The Chronicle of Higher Ed just published a summary of these recent cases, as has Inside Higher Ed. Some of the more high-profile cases include George Ciccariello-Maher (Drexel), Johnny Eric Williams (Trinity College), and most recently Lisa Durden (Essex Community College). The basic pattern is: 1) Left-wing professor says something provocative (and sometimes truly inflammatory), usually about race, on Twitter or Facebook or in a speech or media interview. 2) Right wing media sites, particularly Campus Reform and Fox News, pick up the story and report it in a way designed to cause maximum outrage, sometimes distorting or ignoring the context. BREAKING: Laura Kipnis’ second ‘Title IX inquisition’
By Nico Perrino September 20, 2017 In May 2015, Laura Kipnis was famously the subject of a Title IX investigation by Northwestern University for an essay she wrote suggesting there are too many Title IX investigations.
Today, Jeannie Suk Gersen reports for The New Yorker that Kipnis was the subject of yet another Northwestern Title IX investigation earlier this year — this time for writing “Unwanted Advances: Sexual Paranoia Comes to Campus,” a book about being investigated for saying there are too many Title IX investigations. The month-long investigation was sparked by complaints about “Unwanted Advances” from four Northwestern faculty members and six graduate students. As with her first investigation, Kipnis was ultimately found not responsible for violating university policy.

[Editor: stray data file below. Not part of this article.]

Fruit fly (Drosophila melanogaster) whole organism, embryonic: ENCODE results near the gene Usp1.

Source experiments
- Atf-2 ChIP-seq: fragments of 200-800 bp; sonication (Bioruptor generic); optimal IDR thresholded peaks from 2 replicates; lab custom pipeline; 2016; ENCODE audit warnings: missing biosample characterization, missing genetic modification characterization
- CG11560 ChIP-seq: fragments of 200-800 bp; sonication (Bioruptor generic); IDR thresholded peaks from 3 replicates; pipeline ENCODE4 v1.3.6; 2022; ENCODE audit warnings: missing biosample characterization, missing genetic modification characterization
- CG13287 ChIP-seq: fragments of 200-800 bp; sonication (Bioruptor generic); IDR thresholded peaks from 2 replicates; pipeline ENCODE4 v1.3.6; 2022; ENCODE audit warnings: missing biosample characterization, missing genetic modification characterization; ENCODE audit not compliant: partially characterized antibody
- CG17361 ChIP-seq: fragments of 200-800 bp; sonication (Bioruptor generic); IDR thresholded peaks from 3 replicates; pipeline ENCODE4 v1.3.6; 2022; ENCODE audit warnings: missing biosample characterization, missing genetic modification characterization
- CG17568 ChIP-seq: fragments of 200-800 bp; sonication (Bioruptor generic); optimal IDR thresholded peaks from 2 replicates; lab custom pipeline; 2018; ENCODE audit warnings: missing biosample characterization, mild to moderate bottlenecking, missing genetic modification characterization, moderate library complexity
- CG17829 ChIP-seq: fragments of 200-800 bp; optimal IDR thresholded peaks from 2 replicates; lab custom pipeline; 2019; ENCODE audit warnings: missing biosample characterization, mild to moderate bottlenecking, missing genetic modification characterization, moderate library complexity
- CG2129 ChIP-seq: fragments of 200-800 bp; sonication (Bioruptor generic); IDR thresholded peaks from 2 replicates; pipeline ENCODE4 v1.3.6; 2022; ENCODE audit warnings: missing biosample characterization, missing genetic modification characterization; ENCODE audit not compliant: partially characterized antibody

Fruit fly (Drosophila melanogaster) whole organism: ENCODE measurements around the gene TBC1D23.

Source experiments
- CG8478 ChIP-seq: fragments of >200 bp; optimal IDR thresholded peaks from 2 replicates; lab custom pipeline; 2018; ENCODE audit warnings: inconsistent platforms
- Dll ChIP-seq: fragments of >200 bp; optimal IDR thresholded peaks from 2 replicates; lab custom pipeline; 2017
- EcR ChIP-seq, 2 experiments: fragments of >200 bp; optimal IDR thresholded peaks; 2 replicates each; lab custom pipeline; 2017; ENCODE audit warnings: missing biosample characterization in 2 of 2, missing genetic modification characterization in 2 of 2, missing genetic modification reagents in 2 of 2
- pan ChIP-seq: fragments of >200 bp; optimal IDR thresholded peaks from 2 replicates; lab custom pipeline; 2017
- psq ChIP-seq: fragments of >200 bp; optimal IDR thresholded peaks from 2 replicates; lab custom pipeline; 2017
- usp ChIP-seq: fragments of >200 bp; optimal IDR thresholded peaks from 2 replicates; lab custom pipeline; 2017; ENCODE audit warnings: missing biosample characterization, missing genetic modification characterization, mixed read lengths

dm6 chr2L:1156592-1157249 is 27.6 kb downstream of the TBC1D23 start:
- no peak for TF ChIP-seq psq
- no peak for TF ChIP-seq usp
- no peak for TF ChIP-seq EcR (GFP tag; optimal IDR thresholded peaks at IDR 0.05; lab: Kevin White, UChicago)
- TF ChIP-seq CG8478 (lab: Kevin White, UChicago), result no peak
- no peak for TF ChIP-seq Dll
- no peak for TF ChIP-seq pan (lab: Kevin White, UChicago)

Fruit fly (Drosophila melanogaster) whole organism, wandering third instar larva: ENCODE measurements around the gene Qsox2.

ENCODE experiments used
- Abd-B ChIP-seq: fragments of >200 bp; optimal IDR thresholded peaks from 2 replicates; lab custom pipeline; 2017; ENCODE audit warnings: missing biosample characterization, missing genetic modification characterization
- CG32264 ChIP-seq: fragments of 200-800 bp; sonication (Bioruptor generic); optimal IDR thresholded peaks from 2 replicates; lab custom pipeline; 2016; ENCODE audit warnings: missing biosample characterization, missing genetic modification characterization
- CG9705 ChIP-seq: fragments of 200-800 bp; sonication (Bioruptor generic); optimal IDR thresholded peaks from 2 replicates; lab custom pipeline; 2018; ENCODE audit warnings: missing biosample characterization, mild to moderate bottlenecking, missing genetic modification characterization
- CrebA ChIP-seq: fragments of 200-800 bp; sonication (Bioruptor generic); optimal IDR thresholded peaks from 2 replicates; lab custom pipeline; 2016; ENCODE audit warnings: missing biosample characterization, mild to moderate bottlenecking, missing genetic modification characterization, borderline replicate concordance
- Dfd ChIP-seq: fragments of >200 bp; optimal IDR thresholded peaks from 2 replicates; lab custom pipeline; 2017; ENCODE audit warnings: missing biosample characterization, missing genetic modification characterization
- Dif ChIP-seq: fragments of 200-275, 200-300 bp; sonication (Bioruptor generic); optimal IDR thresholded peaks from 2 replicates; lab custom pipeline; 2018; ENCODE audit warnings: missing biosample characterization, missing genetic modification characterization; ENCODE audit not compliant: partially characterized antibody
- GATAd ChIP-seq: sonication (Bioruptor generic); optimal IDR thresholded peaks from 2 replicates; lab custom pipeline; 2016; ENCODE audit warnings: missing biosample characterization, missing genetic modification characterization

We don’t need the state to police hate. The ACLU is retreating from the fight for freedom. It’s official.
In the wake of a fatally violent rally by armed neo-Nazis in Charlottesville, Virginia, the American Civil Liberties Union (ACLU) will no longer defend the First Amendment rights of gun-toting protesters. ‘[W]e don’t feel we have to represent any group – including white supremacists – seeking to demonstrate with firearms’, a spokeswoman explained. Second Amendment advocates have nothing to fear from this policy; the ACLU has never championed individual gun rights, which have flourished without its help. What’s caught in the wide net cast by hate speech policies? By Sarah McLaughlin August 22, 2017 Facebook has a right — and, according to many users, a responsibility — to police its content to protect users from harassment or threats.
But does it judiciously exercise that power? Now that Facebook is deleting nearly 300,000 posts it marks as “hate speech” each month, it’s worth asking that question — and recent coverage detailing the way Facebook removes this content suggests that its policies, and similar ones employed in other forums, deserve closer scrutiny. In June, ProPublica released a “trove of internal documents” revealing the ways in which Facebook trains its content reviewers to censor speech. The Deep Theory behind Stifling Speech. By Stephen Hicks July 22, 2017.
On Finland, the United States, and the freedom of information and of the press. By Floyd Abrams By Floyd Abrams The Volokh Conspiracy Opinion Opinion A column or article in the Opinions section (in print, this is known as the Editorial Pages). May 22 at 8:03 AM.